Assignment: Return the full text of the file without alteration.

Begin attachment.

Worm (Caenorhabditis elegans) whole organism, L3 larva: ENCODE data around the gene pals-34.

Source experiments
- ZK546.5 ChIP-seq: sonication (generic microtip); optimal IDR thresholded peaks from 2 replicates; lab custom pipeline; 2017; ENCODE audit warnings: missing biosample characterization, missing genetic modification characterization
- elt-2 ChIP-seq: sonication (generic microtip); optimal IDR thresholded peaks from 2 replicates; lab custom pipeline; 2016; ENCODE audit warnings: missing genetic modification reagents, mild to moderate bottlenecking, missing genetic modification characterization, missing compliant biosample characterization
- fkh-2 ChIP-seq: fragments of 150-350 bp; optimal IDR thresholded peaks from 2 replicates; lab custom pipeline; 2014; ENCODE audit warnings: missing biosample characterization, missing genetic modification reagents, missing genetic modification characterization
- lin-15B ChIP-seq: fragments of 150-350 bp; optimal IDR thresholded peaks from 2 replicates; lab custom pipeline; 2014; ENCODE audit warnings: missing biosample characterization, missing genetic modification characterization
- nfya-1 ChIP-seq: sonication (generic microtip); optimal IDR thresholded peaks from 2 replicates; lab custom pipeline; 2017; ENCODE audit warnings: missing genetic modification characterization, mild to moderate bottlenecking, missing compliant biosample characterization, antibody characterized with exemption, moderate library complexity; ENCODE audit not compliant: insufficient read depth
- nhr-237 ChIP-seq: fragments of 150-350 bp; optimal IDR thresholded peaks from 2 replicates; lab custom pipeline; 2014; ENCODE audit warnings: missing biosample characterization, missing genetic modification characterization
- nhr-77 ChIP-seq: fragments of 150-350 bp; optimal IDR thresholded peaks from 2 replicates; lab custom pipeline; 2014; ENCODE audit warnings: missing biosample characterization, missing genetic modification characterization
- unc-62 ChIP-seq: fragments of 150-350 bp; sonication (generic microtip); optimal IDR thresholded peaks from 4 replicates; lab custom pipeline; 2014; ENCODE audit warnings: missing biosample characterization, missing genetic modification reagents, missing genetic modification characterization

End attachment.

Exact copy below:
Worm (Caenorhabditis elegans) whole organism, L3 larva: ENCODE data around the gene pals-34.

Source experiments
- ZK546.5 ChIP-seq: sonication (generic microtip); optimal IDR thresholded peaks from 2 replicates; lab custom pipeline; 2017; ENCODE audit warnings: missing biosample characterization, missing genetic modification characterization
- elt-2 ChIP-seq: sonication (generic microtip); optimal IDR thresholded peaks from 2 replicates; lab custom pipeline; 2016; ENCODE audit warnings: missing genetic modification reagents, mild to moderate bottlenecking, missing genetic modification characterization, missing compliant biosample characterization
- fkh-2 ChIP-seq: fragments of 150-350 bp; optimal IDR thresholded peaks from 2 replicates; lab custom pipeline; 2014; ENCODE audit warnings: missing biosample characterization, missing genetic modification reagents, missing genetic modification characterization
- lin-15B ChIP-seq: fragments of 150-350 bp; optimal IDR thresholded peaks from 2 replicates; lab custom pipeline; 2014; ENCODE audit warnings: missing biosample characterization, missing genetic modification characterization
- nfya-1 ChIP-seq: sonication (generic microtip); optimal IDR thresholded peaks from 2 replicates; lab custom pipeline; 2017; ENCODE audit warnings: missing genetic modification characterization, mild to moderate bottlenecking, missing compliant biosample characterization, antibody characterized with exemption, moderate library complexity; ENCODE audit not compliant: insufficient read depth
- nhr-237 ChIP-seq: fragments of 150-350 bp; optimal IDR thresholded peaks from 2 replicates; lab custom pipeline; 2014; ENCODE audit warnings: missing biosample characterization, missing genetic modification characterization
- nhr-77 ChIP-seq: fragments of 150-350 bp; optimal IDR thresholded peaks from 2 replicates; lab custom pipeline; 2014; ENCODE audit warnings: missing biosample characterization, missing genetic modification characterization
- unc-62 ChIP-seq: fragments of 150-350 bp; sonication (generic microtip); optimal IDR thresholded peaks from 4 replicates; lab custom pipeline; 2014; ENCODE audit warnings: missing biosample characterization, missing genetic modification reagents, missing genetic modification characterization